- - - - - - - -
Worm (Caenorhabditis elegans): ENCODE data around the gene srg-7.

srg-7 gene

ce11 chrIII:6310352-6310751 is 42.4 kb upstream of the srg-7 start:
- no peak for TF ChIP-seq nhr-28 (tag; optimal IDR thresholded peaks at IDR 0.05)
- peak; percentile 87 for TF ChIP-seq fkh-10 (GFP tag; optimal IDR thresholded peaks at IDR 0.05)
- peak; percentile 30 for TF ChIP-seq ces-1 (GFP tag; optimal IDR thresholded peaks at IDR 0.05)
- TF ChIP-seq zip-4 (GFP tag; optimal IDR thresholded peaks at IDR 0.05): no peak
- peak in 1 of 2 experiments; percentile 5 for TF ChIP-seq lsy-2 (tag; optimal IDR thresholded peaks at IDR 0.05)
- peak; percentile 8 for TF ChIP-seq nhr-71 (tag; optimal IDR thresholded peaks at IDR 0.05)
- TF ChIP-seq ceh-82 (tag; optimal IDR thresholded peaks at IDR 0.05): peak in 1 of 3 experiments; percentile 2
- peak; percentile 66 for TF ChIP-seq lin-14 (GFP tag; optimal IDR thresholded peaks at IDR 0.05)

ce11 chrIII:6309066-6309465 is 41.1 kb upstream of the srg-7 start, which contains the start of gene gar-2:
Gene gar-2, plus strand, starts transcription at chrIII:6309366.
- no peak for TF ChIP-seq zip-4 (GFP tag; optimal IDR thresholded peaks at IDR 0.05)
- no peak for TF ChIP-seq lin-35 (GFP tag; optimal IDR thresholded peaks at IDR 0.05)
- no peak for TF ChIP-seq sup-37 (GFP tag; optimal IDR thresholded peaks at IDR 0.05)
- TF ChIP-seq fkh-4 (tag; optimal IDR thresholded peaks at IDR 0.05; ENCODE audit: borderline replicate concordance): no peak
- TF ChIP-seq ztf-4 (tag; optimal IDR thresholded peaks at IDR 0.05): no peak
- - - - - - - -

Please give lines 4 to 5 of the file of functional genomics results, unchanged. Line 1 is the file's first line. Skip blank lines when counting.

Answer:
- no peak for TF ChIP-seq nhr-28 (tag; optimal IDR thresholded peaks at IDR 0.05)
- peak; percentile 87 for TF ChIP-seq fkh-10 (GFP tag; optimal IDR thresholded peaks at IDR 0.05)